10 Common Tech mistakes Small Organizations make
10 Common Tech mistakes Small Organizations make.
Inadequate Technical Support.
One of the foremost mistakes small businesses suffer from is the lack of technical support or inadequate technical support, Instead of hiring an employee who would be the ‘techie’ in the company simply because he loves his craft, they rely on a friend or relative to provide technical assistance. Some even turn to the support line of their hardware manufacturer only to disappointingly find that most of the solutions offered would result in a re-installation, which has the business owner lose a lot of critical data. There are a few other business owners who rely on the service arm of an electronic store which most of the time has an inexperienced and under-educated technician looking into their technical woes. All of these do not work out to be cost-effective.
Setting the live cycle of a PC at three or four years is what smart organizations do. Dairn Stahl, Info-tech research group analyst says “When you look at costs—particularly around a four- to six-year lifecycle—it may seem like you are saving money, but really it’s costing you, because support expenses increase.” The failure to standardize hardware and software components have small organizations struggle with trouble shooting, with the need to manage different renewal dates, and license terms. Besides, old and obsolete systems are prone to slow down and increase maintenance costs substantially. Most importantly they feed customer and employee frustration and threaten sales and new business opportunities.
Insufficient power protection.
Power outages cause significant damage to expensive electronic components and result in loss of data. Frequent brownouts and surges impact and reduce the lifespan of printers, computers, and other electronic equipment. Many businesses rely on surge suppressors that have been deployed 5 or sometimes even 10 years earlier. When disasters like thunderstorms, electrical outages strike, the resulting downtime, damaged systems and lost and corrupted data can prove costly for the organization.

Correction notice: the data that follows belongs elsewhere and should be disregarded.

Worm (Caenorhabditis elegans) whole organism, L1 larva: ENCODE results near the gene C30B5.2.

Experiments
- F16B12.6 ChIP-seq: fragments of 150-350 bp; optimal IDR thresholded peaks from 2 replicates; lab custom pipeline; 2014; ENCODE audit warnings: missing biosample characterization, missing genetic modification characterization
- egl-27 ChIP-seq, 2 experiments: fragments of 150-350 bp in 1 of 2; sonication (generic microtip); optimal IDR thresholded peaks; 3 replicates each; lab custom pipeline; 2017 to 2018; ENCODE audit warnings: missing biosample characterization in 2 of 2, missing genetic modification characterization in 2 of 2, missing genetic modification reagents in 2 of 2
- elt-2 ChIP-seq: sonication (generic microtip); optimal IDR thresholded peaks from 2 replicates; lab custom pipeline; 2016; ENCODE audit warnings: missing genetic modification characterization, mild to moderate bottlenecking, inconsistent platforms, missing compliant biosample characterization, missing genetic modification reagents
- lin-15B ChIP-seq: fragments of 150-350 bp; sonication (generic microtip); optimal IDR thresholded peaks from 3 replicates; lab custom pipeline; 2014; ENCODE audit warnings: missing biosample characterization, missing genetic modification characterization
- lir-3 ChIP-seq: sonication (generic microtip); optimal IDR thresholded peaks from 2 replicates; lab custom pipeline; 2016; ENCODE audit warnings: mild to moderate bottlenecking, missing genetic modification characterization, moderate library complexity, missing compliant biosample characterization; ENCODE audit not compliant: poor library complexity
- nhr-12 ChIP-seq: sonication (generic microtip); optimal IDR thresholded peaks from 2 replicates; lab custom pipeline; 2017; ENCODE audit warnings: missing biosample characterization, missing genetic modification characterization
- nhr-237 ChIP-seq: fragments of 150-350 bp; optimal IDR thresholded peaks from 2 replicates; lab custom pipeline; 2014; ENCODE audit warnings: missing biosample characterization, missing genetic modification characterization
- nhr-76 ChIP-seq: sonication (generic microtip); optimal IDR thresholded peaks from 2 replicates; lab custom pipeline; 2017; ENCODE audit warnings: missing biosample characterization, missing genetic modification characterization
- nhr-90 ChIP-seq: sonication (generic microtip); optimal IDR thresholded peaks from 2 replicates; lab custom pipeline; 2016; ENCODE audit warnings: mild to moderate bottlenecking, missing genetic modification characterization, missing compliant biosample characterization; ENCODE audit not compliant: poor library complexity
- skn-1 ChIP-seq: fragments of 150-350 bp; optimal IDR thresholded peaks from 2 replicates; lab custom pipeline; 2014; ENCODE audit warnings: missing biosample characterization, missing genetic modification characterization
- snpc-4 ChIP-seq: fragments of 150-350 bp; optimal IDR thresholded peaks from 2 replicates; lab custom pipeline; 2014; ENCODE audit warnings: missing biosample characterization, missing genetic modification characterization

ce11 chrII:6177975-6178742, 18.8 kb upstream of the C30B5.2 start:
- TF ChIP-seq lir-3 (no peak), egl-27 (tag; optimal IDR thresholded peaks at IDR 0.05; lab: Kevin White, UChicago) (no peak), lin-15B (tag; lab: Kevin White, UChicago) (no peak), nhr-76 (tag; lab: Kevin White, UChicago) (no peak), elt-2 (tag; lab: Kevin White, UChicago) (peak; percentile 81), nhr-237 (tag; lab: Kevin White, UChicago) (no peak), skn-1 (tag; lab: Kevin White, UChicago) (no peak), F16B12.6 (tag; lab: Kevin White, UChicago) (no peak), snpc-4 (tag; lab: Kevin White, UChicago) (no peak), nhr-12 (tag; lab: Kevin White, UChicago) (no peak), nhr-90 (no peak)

Understanding licensing requirements can be confusing for many business owners when it comes to trying to understand the differences between OEM, retail and open license software. Time and again you can find manufacturers locking down licenses and penalizing offenders with a fine. The BSA has collected closed to $81 million in just settlements. Some firms are unaware that they do not own the license and that it is commonly shared. Firms face problems in the form of penalties, audits and delays that are caused by licensing and product activation.
Lack or insufficient training ranks fifth among the most common tech mistakes. Boredom, bad classroom experiences, lack of learning interest and complexity can be one of the reasons why employees would sulk when software training is mentioned in any conference room. It is estimated that staff do not know 80% of the features on any given software kit especially features that talk about time-saving and cost reduction. This lack of knowledge of the software application results in gross inefficiencies like doing automated functions manually, and repetitive data entry. The practice also increases errors thereby consuming man-hours and significantly increasing costs.